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Guided by Our Values, We Look Forward

By President Rebecca Chopp

chopp_new.jpgCivility. Respect and tolerance for difference. Consensus-based decision-making. Access. Sustainability. Much to my great delight, not a day has gone by since I joined the Swarthmore community that these values haven’t risen to the fore in any number of settings both on and off campus. At student fireside chats. In seminars. At arts events. In meetings with alumni. Everywhere I go, I am reminded of one of the truly distinguishing characteristics of our community: our deep commitment to these values and to their application in our learning—both in and beyond the classroom—and in the judgments we make as an institution.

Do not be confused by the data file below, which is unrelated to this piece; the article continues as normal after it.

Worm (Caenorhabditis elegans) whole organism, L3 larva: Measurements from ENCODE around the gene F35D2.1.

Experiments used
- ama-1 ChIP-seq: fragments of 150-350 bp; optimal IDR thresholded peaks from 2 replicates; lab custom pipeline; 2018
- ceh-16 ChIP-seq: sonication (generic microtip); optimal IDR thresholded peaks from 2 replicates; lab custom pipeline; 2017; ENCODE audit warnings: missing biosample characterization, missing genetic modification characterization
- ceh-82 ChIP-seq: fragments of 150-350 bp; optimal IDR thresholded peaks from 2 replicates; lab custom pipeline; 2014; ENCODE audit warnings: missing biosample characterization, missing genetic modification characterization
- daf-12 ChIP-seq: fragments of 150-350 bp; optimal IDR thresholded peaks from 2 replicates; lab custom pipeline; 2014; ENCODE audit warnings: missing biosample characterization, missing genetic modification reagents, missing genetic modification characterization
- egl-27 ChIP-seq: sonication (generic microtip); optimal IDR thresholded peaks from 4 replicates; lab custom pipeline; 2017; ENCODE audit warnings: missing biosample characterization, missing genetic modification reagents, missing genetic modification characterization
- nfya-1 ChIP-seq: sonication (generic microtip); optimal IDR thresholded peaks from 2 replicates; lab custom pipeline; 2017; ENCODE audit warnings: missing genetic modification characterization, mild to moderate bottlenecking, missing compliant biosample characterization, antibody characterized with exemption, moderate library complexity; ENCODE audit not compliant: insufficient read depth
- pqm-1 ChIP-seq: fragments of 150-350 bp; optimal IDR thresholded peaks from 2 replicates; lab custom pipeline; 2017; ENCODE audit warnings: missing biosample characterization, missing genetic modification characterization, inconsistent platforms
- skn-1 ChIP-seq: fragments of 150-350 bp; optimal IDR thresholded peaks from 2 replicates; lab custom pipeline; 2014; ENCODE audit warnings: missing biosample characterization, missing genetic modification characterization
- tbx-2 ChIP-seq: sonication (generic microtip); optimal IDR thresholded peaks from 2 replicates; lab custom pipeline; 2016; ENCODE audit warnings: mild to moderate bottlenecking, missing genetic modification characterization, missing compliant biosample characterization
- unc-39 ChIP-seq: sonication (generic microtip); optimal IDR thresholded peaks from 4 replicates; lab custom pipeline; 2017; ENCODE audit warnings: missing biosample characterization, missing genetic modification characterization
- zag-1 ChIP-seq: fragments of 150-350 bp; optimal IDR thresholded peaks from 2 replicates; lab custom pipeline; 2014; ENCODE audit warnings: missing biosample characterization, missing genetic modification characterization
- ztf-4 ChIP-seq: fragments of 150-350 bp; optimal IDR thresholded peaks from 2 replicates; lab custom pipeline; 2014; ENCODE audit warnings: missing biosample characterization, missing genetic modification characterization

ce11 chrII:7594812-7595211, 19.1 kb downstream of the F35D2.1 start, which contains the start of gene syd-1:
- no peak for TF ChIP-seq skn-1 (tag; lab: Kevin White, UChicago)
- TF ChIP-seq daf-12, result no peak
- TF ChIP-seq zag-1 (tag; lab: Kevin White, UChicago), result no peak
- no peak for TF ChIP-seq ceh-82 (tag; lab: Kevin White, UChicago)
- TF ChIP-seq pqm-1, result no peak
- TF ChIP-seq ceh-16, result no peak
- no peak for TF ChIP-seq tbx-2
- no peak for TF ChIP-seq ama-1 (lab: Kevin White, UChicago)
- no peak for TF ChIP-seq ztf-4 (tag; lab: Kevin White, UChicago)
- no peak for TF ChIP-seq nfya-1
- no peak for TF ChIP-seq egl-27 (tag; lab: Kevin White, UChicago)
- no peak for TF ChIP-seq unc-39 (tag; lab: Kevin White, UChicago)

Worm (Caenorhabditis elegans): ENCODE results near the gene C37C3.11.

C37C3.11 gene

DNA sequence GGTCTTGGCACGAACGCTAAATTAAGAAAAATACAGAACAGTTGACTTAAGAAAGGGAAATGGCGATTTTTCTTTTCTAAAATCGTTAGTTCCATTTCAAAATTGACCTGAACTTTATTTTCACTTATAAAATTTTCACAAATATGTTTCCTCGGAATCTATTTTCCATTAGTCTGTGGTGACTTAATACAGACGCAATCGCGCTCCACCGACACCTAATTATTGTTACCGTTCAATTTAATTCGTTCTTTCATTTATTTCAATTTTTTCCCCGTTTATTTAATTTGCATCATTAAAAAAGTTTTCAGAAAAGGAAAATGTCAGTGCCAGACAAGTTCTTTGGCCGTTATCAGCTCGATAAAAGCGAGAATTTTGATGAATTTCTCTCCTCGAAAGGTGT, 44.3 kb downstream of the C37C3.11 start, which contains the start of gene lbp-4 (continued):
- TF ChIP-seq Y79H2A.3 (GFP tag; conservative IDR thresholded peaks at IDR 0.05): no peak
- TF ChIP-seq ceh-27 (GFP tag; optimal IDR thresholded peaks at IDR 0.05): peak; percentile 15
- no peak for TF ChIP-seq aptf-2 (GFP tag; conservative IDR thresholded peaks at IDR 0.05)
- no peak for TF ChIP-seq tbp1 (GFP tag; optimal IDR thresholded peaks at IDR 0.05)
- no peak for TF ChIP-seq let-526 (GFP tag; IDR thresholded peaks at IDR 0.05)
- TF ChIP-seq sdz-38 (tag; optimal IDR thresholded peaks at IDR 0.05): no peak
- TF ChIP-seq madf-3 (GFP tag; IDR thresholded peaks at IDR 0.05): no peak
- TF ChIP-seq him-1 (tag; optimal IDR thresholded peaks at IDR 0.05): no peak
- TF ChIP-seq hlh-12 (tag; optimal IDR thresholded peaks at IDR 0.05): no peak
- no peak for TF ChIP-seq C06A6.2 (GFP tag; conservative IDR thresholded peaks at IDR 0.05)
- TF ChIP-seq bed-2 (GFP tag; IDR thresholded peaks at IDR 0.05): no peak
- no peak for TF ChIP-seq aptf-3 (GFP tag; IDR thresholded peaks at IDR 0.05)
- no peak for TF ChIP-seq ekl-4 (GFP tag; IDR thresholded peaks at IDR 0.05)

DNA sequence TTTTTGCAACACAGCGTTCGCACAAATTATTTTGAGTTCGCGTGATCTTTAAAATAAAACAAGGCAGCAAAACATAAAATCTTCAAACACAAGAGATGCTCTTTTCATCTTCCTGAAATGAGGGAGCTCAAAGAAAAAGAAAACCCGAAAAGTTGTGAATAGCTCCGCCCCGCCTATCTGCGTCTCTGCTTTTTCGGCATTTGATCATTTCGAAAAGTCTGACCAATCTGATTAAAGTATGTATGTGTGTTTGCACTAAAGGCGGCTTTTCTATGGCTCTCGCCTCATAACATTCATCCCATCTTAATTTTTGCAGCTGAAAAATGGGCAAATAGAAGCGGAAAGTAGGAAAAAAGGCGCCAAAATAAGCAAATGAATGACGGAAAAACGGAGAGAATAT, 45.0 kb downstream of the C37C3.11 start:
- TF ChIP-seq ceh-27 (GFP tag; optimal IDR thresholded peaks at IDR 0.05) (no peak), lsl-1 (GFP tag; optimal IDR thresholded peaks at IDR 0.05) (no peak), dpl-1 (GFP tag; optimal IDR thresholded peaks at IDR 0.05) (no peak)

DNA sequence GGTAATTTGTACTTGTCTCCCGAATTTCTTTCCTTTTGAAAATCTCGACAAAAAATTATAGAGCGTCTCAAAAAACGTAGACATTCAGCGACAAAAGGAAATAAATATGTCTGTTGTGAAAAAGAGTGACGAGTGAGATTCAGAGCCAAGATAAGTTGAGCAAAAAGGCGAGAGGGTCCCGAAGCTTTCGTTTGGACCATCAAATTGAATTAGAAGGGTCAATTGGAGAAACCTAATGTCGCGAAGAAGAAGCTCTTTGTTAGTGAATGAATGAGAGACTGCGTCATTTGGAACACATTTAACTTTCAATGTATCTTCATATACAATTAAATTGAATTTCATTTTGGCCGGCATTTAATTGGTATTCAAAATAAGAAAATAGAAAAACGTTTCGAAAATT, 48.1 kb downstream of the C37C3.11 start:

So it only seems fitting that as we begin our strategic planning exercise, we first delve more deeply into these values in order to establish a common understanding of how they will best serve us as we “think forward” about where we want to head as an institution.

Strategic planning allows us to check our health as a community and an institution, to investigate new trends in higher education, and to discern new forces within our curriculum, residential programs, and in the global environment—even as we think both boldly and carefully about what our students need. The goal of this effort is to ensure that the excellence of a Swarthmore education continues for the next generation of students. We want and need your help.